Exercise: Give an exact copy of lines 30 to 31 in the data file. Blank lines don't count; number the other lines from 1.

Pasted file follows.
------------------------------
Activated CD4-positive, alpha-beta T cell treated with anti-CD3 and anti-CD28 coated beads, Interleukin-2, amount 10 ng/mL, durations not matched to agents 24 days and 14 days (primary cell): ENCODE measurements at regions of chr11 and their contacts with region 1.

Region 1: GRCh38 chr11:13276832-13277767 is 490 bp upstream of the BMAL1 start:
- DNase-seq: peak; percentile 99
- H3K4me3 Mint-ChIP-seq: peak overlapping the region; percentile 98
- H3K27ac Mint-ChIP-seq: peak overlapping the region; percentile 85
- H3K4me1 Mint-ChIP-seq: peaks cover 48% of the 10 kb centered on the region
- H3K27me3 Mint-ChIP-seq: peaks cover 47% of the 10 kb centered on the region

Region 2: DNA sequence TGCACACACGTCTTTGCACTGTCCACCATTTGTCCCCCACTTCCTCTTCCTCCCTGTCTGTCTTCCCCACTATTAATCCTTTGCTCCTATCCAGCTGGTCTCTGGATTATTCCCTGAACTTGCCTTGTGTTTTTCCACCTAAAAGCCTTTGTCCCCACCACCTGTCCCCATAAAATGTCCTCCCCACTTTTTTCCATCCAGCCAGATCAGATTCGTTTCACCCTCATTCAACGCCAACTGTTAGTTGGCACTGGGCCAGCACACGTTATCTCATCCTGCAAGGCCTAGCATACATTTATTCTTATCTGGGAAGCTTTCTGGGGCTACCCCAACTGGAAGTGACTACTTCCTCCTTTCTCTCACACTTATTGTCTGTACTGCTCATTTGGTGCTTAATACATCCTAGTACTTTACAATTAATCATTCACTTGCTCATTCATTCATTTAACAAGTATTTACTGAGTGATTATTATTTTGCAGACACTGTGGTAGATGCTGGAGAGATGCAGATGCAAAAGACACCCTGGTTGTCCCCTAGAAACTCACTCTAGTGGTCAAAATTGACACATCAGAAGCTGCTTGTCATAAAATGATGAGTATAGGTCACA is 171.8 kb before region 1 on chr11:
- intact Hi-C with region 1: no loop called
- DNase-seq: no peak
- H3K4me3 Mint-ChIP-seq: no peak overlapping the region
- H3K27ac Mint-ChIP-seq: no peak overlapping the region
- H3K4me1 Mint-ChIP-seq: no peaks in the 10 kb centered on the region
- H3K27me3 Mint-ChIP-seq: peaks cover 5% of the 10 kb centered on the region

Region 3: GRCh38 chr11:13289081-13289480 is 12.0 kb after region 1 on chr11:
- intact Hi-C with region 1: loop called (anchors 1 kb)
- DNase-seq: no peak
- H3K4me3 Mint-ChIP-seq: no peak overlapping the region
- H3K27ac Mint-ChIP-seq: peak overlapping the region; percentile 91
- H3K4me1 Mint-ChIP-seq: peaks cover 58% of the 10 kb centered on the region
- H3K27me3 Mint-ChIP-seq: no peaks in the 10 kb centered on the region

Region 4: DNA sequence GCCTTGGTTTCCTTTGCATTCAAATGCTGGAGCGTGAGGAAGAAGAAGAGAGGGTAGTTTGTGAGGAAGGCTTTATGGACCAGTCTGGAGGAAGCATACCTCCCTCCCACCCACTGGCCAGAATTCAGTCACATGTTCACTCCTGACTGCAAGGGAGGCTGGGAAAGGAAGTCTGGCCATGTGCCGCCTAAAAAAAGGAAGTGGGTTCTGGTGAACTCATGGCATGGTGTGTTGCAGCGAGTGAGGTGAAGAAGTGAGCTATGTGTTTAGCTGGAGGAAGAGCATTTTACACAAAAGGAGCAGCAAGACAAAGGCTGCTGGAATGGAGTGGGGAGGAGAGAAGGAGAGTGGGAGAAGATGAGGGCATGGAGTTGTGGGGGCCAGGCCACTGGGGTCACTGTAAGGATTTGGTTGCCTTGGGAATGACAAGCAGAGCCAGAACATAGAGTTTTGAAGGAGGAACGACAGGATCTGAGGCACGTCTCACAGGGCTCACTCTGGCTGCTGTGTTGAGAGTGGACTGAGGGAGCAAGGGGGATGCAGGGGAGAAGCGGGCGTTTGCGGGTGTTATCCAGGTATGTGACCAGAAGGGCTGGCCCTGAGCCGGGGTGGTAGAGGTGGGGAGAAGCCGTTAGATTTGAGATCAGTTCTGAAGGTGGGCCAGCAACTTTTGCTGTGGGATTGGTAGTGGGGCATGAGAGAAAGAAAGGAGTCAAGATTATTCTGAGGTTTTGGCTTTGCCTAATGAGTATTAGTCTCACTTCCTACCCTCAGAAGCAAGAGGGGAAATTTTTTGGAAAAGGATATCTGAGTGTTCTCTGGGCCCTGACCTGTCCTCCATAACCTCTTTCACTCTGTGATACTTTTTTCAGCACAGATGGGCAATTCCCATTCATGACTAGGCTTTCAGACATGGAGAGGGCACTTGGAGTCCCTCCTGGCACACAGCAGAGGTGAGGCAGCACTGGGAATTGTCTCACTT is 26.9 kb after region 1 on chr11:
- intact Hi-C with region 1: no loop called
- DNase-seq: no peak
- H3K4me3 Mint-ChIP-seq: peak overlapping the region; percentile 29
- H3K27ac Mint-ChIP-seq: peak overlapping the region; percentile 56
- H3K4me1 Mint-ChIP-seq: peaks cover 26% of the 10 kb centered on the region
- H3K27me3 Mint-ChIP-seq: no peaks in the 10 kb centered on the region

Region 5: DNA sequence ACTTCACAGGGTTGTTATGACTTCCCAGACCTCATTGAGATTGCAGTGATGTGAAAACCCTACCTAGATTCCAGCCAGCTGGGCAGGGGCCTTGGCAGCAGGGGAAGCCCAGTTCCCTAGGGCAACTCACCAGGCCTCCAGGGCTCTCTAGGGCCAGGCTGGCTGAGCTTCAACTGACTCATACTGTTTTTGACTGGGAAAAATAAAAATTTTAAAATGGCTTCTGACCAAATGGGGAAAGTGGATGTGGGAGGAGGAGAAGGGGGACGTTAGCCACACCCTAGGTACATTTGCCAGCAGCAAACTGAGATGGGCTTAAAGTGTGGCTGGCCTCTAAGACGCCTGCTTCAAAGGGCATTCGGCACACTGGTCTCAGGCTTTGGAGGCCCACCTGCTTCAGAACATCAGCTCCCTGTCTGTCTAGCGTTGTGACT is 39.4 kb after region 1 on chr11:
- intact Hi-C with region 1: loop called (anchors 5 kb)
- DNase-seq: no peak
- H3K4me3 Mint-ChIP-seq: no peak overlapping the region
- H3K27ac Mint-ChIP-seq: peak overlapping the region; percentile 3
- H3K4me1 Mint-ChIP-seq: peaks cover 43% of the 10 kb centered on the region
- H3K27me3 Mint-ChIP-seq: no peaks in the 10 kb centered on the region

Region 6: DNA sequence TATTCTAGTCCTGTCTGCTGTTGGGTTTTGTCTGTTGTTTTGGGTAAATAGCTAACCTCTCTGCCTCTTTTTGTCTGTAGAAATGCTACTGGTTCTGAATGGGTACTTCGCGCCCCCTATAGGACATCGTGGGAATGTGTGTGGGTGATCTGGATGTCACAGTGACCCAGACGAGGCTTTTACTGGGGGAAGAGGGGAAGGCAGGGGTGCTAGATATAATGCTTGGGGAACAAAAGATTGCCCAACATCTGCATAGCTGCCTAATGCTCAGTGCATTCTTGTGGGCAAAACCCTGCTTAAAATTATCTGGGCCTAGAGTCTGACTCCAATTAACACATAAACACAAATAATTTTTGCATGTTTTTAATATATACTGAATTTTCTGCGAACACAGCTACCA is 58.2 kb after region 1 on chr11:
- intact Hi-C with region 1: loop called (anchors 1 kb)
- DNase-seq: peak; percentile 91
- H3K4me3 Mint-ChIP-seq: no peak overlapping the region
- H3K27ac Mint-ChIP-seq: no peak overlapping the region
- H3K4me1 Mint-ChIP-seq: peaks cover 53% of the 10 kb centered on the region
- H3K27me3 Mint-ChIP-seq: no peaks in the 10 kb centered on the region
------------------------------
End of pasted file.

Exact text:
- intact Hi-C with region 1: loop called (anchors 5 kb)
- DNase-seq: no peak